Gadget, Penny, Chief Quimby, Professor Von Slickstein and Me… I mean, Dr Claw
Whatya doing on the Monday of the long weekend? Asks Gadget
No plans. What do you have in mind? Says I
Options were thrown up before settling on a Go Go Gadget excursion back to Wolgan falls.
We’ve been talking about getting back there to do a wet line after rain. It almost happened after the March deluge but we wimped out fearing the road maybe impassable.
And the stars just haven’t aligned since.
But now we have had a bit of rain through the week, then a good dump of snow on the plateau.
Time to give it a crack
Unfortunately Brain had to bail last minute…. Now I was concerned. How would Penny help Gadget and the others foil Dr Claw without him?
We meet up at the ZigZag railway on a crispy morning, pile into cars and head in (Yeah we were going the long way, or at least the slow way, but we had our reasons)
The road was boggy but some awesomely excellent driving by Von Slickstein saw him follow us through in his 2WD ute.
Packed up, nervous whizs and off we go
The trip is pretty basic, some easy nav along the ridge, and a couple of dry abseils land you on a large flat shelf above the falls.
Its a pretty spot
And it’s from this point we plan to mix things up. The usual line is in 2 stages a few meters to river left of the falls. Despite ice in puddles and a few patches of snow up top we are hoping to rig things to go straight down the guts.
We discuss options, a tree would have us in the perfect spot, but it’s a looooooong way back.
We have everything we need to build a long anchor but ideally we’d set it as a retrievable so we don’t leave anything behind.
Options were discussed before deciding to use a shorter rope around the tree set on the fiddlestick near the edge then tie join the main line below the stick…
Go Go Gadget retrievable anchor and Roberts your Aunty’s husband or sumfink
Stirlo’s down and so far nobody has died. Wootwoot
And we are all down, now to see if we can retrieve things
Kylie pops the fiddle stick. Success.
Stirlo and Ed pull the rope. Success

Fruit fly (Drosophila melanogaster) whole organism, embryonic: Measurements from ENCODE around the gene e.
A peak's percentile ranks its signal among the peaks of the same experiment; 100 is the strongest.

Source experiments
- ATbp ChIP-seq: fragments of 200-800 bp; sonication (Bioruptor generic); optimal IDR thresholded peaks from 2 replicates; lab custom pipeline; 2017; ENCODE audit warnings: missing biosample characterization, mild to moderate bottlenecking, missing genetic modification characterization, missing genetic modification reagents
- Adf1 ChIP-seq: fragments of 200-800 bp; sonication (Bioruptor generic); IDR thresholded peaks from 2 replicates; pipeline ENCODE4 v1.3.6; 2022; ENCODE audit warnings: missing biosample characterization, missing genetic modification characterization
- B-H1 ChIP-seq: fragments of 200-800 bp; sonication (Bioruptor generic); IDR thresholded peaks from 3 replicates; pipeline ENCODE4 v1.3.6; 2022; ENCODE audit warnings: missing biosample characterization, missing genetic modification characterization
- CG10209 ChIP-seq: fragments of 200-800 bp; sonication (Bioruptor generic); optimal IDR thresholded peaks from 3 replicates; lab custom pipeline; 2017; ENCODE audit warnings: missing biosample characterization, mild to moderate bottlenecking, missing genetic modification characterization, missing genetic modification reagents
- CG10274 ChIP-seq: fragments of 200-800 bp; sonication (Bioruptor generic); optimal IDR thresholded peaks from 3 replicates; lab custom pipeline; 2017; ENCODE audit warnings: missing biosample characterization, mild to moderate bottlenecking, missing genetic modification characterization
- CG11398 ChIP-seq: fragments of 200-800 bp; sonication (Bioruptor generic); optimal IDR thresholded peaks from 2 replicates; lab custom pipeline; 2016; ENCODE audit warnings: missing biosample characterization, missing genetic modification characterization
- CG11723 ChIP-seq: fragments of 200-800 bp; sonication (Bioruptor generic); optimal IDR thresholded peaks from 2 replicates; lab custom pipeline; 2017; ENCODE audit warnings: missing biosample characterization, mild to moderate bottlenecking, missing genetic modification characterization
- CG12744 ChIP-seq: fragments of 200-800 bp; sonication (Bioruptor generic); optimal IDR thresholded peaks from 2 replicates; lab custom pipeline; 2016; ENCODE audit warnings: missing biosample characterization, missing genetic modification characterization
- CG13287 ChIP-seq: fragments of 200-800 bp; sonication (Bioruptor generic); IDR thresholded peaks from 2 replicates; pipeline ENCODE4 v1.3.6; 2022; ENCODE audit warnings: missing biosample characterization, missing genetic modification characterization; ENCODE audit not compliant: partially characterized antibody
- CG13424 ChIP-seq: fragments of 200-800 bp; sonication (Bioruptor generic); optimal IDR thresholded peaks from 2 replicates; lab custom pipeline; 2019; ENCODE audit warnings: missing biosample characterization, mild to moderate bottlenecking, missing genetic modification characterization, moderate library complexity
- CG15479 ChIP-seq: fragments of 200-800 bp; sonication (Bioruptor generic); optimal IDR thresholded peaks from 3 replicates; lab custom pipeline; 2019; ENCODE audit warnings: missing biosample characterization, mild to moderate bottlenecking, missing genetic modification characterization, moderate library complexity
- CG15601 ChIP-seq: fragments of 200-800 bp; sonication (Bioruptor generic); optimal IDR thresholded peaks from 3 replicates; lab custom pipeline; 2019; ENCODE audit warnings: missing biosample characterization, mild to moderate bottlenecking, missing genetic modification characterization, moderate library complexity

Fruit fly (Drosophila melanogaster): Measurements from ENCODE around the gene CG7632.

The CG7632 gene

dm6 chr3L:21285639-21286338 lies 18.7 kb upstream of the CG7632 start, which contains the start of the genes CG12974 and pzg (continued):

‘Cept the fiddlestick then wedges itself in the only crack on the halfway ledge and the tail of the rope wraps itself around the only stick in the only crack on the halfway ledge…
Luckily the way out goes up to the halfway ledge and a delicate bit of rope work with the spare rope gets me in a position to release both
We high 5 and begin to pack up for the haul out
Voices…. Up above smiling faces pear over the cliff. I recognise Dick. He is with Laurie, Mick, Peter and crew. This is 2 trips in a row we’ve run into them. We head up and say g’day
Then we are back in the cars for a bite to eat and then back through the mudbath for a little add on that took longer to get there than to do.
Worth it but
Anchor trees in this one can be a bit hard to get and ghosting (Fiddlestick/smooth operator..) is definitely the way to go. Would hate to see slings or chains in this one
And 10min later we’re back up at the cars
Another awesomely excellent with awesomely excellent mates.
“Find a group of people who challenge and inspire you; spend a lot of time with them, and it will change your life.” — Amy Poehler
Hole in the Wall consists of 2 canyon sections interspaced with a more open creek walk. It’s a reasonable walk in and out, mostly along a flat to undulating ridge. It is a bit of a Show Case canyon thou, being dark and twisty with glowworm caves, fun little water jumps and interesting abseils so well worth the walk.
It also empties into a very pretty section of the North Bungleboori crk, AKA Nine Mile crk, AKA Dingo Crk (though that name was originally appplied to a just small but interesting tributary)
It starts with a bang. You are in a pleasant sort of creek that looks like it might canyon up but is other wise unremarkable, you duck under a chock stone, round a corner and BAM!
I was half keen on the Banks double again but decided after a couple of big weekends I’d be better to take it a bit eaiser. Shaha, Frankie and Kristy joined me for the trip.
Setting off from the car park it was a coolish day that made walking pleasant and an hour and a bit of relatively flat ridge top walking later we descended into the little creek that would soon canyon up.
Normally I wouldnt bother with wetsuits yet, the top section has a few short wades but no swims, but with the day a bit of the cool side I made the call to put them on and in we went
I’ve done this canyon a few times now and it blows me away every time. For the others it was their first time so I encouraged them to take the lead and find the wonder for themselves.
And after a tricky climb down or two the canyon opens out to a pleasant walk down the creek interspaced with boulder hopping and quick sand
Just when it was starting to get uncomfortably warm in the wetties the creek begins to drop again and the walls close in.